Apr 10

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Portola Mapped Through The Lense Of A 2nd Grade Class

The San Francisco School’s class of 2021 created a fun map of the Portola. Many of the little aspects of the neighborhood that us busy adults tend to miss have been artistically captured by the unspoiled eyes of youth. The black and white map highlights landmarks such as the beloved greenhouses to the not so loved but seemingly omnipresent graffiti. Click on the maps for an up close look and below we have copied the text from the map.


Welcome to the Portola!

The San Francisco School (SFS) is pleased to present this graphic map of the Portola.  Illustrated by the SFS Class of 2021 (at the time in second grade) the map celebrates the tales, trails and details of the neighborhood that we have called home since our founding in 1966.

Tucked into the southeast corner of San Francisco, the area was originally inhabited by the Ohlone people who lived along the fertile banks of Islais Creek.  Many believe that the neighborhood was named after the Spanish explorer, Gaspar de Portola, who led an expedition to the area in the 1770s.

However, the neighborhood that we know today took root after the 1906 earthquake.  Many homesteaders – initially Jewish, Maltese, Greek and Italian immigrants – capitalized on the area’s natural waterways and gentle hills and built greenhouses.  At its height, San Francisco’s budding Garden District boasted 19 family-owned nurseries and produced most of the flowers for the burgeoning city of San Francisco. Relics of the Garibaldi greenhouses stand today at the corner of Hamilton and Wayland Streets.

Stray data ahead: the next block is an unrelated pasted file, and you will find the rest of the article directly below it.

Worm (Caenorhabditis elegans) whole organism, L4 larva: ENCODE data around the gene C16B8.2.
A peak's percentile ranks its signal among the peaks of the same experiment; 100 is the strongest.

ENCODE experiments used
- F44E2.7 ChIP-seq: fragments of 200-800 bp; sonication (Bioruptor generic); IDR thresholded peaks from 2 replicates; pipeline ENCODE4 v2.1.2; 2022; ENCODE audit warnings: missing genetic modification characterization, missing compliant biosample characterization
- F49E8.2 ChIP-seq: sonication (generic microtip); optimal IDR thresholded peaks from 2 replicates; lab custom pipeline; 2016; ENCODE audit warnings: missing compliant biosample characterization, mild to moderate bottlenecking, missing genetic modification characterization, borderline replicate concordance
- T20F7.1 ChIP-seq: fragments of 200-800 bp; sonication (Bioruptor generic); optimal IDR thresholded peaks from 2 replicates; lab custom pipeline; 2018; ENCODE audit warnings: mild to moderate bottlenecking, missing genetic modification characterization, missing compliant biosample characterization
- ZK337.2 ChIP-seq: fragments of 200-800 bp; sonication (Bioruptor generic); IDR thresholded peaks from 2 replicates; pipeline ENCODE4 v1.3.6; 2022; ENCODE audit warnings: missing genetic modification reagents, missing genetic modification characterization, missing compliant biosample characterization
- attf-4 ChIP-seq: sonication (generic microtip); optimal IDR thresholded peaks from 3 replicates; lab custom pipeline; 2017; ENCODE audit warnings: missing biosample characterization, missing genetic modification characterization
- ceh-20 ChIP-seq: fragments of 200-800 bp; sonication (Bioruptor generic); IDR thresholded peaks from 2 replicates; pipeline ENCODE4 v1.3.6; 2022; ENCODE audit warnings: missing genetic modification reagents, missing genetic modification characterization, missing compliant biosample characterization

New to the neighborhood?  Consider starting your tour by hiking the Philosopher’s Way through McLaren Park.  This lovely, meandering 2.7 mile loop trail affords panoramic views of the city and surrounding hills.  Next, head into the neighborhood itself to find the images illustrated here and discover new delights, both large and small. Conclude your tour on bustling San Bruno Avenue and enjoy the Asian and Latino influences at the variety of family-owned restaurants and businesses.  Wherever your journey takes you, you are sure to discover the neighborhood’s many delights, as did the astute SFS second graders, when they set out to explore the Portola.  


On the backside of the large map, the student’s illustrated elements of the Portola’s character that aren’t commonly found on most maps.  Above is the full collage of landmarks and below, we’ve pulled out some that we thought were pretty fun and notable.

Our favorite is an homage to Mike, the dedicated civil servant who has been helping to keep “The Road” as clean as he can for decades.

A graffiti bench, an apt representation of urban living

The 770 Woolsey greenhouses, the last remaining greenhouses that once dominated the Portola landscape.

A keen eye noticed a hold over from when Portola was one of the largest Jewish communities in the city.

We love both the keen architectural eye of this artist as well as the inclusion of San Francisco’s most prolific tree, the power pole.

Permanent link to this article: http://portolaplanet.com/2017/04/portola-mapped-through-the-lense-of-a-2nd-grade-class/

1 comment

  1. Winston Smith

    Missing here are the 100+ men smoking cigarettes on San Bruno Avenue and then throwing the butts in front of apartment buildings.

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